Monday, October 4, 2010

New Paper on How Endangered Penguins Are Already Benefitting From Protection

Marine no-take zone rapidly benefits endangered penguin

  1. L. Pichegru1,*,
  2. D. Grémillet3,
  3. R. J. M. Crawford2,4 and
  4. P. G. Ryan1
+ Author Affiliations

  1. 1Percy FitzPatrick Institute, DST/NRF Centre of Excellence, University of Cape Town, Rondebosch 7701, South Africa

  2. 2Animal Demography Unit, University of Cape Town, Rondebosch 7701, South Africa

  3. 3Centre National de la Recherche Scientifique, CEFE UMR 5175, 1919 Route de Mende, 34 293 Montpellier Cedex 5, France

  4. 4Marine and Coastal Management, Department of Environmental Affairs, Private Bag X2, Rogge Bay 8012, South Africa
  1. *Author for correspondence (lorien.pichegru@uct.ac.za).

Abstract

No-take zones may protect populations of targeted marine species and restore the integrity of marine ecosystems, but it is unclear whether they benefit top predators that rely on mobile pelagic fishes. In South Africa, foraging effort of breeding African penguins decreased by 30 per cent within three months of closing a 20 km zone to the competing purse-seine fisheries around their largest colony. After the fishing ban, most of the penguins from this island had shifted their feeding effort inside the closed area. Birds breeding at another colony situated 50 km away, whose fishing grounds remained open to fishing, increased their foraging effort during the same period. This demonstrates the immediate benefit of a relatively small no-take zone for a marine top predator relying on pelagic prey. Selecting such small protected areas may be an important first conservation step, minimizing stakeholder conflicts and easing compliance, while ensuring benefit for the ecosystems within these habitats.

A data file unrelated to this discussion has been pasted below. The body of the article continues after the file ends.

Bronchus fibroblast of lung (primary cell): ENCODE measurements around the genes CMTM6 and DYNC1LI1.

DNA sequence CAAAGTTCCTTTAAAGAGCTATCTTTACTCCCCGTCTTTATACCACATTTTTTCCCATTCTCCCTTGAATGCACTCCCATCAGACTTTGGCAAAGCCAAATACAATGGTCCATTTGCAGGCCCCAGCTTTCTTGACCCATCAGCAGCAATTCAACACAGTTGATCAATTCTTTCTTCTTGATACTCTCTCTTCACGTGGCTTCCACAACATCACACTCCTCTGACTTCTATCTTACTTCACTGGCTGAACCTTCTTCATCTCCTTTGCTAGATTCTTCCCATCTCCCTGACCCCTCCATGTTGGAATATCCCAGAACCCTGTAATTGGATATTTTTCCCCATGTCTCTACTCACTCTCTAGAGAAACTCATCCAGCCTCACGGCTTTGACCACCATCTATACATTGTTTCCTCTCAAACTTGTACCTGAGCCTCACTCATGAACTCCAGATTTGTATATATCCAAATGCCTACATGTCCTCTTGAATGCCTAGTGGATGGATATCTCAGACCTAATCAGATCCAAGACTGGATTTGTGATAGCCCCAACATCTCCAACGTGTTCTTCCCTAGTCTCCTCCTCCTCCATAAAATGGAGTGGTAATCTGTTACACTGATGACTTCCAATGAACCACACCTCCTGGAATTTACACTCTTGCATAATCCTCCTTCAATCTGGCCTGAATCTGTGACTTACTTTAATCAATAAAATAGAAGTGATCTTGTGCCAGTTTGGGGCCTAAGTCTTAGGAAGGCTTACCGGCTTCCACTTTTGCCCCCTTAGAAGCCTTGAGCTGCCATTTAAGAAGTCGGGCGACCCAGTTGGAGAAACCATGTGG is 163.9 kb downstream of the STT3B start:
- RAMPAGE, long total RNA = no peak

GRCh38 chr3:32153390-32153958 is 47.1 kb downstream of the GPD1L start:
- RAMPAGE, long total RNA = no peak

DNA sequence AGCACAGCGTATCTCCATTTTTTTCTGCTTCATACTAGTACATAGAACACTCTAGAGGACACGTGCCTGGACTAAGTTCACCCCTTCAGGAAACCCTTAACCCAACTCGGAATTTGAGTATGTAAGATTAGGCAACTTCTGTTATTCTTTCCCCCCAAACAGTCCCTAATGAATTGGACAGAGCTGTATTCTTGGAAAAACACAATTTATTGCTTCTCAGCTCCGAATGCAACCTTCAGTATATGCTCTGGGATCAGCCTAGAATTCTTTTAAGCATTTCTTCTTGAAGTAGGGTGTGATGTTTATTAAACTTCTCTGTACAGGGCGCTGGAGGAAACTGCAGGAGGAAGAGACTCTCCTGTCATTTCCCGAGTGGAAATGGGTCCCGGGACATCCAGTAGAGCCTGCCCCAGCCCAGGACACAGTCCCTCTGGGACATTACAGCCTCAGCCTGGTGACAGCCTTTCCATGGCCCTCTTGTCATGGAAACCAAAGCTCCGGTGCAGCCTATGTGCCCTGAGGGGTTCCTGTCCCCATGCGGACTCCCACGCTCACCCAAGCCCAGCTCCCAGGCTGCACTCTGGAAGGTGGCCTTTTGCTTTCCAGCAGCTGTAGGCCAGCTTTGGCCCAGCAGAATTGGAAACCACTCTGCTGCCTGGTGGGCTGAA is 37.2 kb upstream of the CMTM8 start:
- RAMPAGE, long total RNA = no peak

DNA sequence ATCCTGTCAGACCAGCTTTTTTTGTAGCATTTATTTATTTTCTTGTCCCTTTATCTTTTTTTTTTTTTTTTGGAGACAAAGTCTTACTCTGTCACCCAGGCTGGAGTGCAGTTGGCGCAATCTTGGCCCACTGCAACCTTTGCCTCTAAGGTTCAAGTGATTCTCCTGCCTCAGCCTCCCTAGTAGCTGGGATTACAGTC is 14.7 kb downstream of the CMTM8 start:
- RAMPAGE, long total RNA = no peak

Source for full paper 

2 comments:

Dyer Island Conservation Trust said...

What a great blog - thank you! Check out http://www.dict.org.za is doing alot of work and research on the African Penguin. Blog can also be viewed at dictrust.wordpress.com

wiinterrr said...

I'm so glad you like the work done here. And yes, those good folks on Dyer Island rock! I recently posted an article from a new writer there and his enthusiasm is contagious. :-) Check it out on the link: Penguin News Today.